Q: True or false: Tug-of-war was an Olympic sport. -- T.Z., Ocala, Fla.
A: It's true. Tug-of-war was added as an official event in the second modern Olympics, held in 1900. It had a short time in the spotlight -- tug-of-war was an Olympic sport only until 1920.
Q: About 10 years ago, General Mills changed the name of my favorite cereal, Cheerios. It added "2" cereal pieces in with the usual O's. What was the name of the cereal? What did the 2's represent? -- V.L., Lafayette, Ind.
A: In 1999, General Mills introduced Millenios as a limited edition cereal to commemorate the millennium. The text on the box read, "Once in a lifetime." Millenios were produced through 2000.
Q: During the War of 1812, the British captured Washington, D.C., and burned the Executive Mansion along with many other buildings in the city. Where did the president and his wife live when they returned to the city? How did their temporary building survive destruction? -- A.L.B., Scottsdale, Ariz.
A: British forces destroyed much of Washington, D.C., in 1814. When the troops advanced on the city, Col. John Tayloe, a wealthy Virginia plantation owner, offered his home, the Octagon House, to the French for use as their embassy. The French accepted, and the building was spared. Tayloe later offered the house to James and Dolley Madison as a temporary residence. They, too, accepted.
The Octagon House, a three-story brick building, was given its odd shape to fit the building lot.
DID YOU KNOW? In 1981, Mia Farrow and Jane Fonda were scheduled to star in "Thelma & Louise," but, due to a writers' strike, the film was not shot. The film was eventually made in 1991, with Geena Davis and Susan Sarandon in the titular roles.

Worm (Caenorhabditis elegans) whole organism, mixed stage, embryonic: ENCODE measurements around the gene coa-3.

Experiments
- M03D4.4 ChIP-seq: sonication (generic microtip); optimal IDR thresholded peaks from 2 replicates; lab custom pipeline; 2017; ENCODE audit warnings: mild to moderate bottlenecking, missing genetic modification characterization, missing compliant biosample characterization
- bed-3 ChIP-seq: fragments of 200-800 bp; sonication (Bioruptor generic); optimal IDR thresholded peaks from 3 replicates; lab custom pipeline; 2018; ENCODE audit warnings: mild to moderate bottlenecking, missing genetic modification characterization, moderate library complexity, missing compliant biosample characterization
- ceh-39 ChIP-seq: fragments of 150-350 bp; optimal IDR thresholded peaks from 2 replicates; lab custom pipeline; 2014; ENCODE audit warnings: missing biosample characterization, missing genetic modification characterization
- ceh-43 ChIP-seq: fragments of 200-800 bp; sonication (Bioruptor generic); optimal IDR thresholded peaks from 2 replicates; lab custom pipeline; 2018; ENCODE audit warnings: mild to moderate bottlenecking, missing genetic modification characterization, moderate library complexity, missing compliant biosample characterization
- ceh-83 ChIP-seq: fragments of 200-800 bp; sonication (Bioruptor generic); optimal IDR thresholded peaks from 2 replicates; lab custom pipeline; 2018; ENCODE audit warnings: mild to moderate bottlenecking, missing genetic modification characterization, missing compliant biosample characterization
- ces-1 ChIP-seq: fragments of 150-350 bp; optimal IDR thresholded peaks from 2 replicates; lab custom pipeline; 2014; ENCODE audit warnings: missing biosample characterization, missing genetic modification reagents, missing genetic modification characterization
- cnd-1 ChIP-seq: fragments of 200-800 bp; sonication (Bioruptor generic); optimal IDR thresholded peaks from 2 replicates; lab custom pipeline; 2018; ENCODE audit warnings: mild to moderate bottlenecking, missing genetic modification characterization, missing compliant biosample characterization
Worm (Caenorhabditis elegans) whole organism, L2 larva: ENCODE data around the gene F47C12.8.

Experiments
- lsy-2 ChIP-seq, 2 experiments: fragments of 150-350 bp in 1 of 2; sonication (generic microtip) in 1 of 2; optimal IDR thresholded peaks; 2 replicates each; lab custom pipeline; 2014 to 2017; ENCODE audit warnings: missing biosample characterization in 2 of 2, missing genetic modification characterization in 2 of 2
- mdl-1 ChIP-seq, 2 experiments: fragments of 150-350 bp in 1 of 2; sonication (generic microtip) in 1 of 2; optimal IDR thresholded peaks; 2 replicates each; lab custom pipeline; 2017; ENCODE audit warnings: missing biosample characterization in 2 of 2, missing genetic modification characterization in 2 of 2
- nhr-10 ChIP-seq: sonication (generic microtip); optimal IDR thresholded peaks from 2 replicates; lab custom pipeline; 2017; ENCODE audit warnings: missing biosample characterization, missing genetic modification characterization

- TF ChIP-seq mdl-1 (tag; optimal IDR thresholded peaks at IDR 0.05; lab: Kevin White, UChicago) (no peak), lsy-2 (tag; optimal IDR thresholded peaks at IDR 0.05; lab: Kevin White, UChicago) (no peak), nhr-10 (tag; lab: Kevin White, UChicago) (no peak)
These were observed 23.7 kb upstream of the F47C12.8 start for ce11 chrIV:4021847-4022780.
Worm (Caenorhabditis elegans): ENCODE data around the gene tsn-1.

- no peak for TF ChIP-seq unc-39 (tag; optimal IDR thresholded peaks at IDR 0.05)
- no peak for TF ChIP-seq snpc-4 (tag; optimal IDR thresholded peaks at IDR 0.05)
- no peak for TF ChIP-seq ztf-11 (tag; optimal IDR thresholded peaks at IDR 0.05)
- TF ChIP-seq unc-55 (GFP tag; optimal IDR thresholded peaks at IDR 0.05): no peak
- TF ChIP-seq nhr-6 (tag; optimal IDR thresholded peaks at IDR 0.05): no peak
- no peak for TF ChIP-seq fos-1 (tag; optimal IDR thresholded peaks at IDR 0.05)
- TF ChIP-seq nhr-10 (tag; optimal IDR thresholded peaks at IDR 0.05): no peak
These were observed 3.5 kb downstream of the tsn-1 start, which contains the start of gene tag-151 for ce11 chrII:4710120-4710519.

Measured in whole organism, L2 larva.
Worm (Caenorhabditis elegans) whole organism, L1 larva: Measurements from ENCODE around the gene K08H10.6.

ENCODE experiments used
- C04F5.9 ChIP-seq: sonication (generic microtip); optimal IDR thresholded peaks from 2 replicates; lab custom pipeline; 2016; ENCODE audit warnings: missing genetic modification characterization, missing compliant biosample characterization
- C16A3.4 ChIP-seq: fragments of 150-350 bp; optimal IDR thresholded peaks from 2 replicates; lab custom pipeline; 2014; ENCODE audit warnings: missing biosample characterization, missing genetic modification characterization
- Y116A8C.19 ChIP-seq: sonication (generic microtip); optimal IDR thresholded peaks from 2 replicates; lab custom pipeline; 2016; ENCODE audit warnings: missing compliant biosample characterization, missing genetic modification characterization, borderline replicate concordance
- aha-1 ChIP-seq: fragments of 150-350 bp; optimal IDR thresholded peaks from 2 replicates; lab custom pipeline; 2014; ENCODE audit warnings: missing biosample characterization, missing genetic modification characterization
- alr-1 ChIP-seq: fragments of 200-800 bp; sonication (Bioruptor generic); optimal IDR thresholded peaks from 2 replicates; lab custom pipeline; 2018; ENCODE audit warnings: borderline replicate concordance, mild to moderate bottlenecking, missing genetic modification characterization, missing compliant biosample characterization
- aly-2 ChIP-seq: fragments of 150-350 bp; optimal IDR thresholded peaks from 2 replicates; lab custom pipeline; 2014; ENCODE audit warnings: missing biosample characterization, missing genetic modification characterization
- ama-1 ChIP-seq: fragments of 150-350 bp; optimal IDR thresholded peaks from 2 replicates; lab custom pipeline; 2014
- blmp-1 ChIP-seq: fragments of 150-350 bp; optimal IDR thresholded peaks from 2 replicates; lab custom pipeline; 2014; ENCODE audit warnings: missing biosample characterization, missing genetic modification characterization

Q: I love bagpipe music, and I go to any event where it is being played. I have a question about the dress of the bagpipe players: They have a pouch below the belt in the front. What is the pouch for? Does it have a name? -- S.B., Ankeny, Iowa
A: The pouch is called a sporran. It serves as a pocket for the pocketless Scottish kilt. Sporran is Gaelic for "purse."
Q: I would never want to get into a debate over which Frank Lloyd Wright home is the most famous. Two of my favorites are Taliesin and Taliesin West. Which of the two homes is the oldest? What does the word Taliesin mean? -- R.U., Newton, Kan.
A: After spending a year in Europe, architect Frank Lloyd Wright returned to the Wisconsin valley where his Welsh ancestors settled. In 1911, he began construction of Taliesin, near Spring Green. In Scottsdale, Ariz., Wright built Taliesin West, which, in 1937, became his winter home.
Taliesin is the name of a sixth-century Welsh bard. In Welsh mythology, Taliesin is the god of the bards.
Q: I was at a yard sale, where I bought what the seller called a Pigeon lamp. What did I buy? -- G.B., Baraboo, Wis.
A: Well, you bought a Pigeon lamp. Charles-Joseph Pigeon (1838-1915) invented the lamp in 1884. He worked as a salesman for a Paris department store and became a dealer in lamps. The Pigeon lamp, a nonexploding safety lamp, made him famous and wealthy.
Q: It is common to see women in medieval pictures wearing large cones on their heads. This cone often had a veil of some sort attached. Does this headgear have a name? -- L.Y.F., Santa Rosa, Calif.
A: It does -- it's called a hennin. Hennins were popular in the 15th century in northern France and northern Europe. A truncated version resembles a flowerpot.
There are many versions of hennins, including ones that are heart-shaped and beehive-shaped.
(Send your questions to Mr. Know-It-All at AskMrKIA@gmail.com or c/o Universal Uclick, 1130 Walnut St., Kansas City, MO 64106.)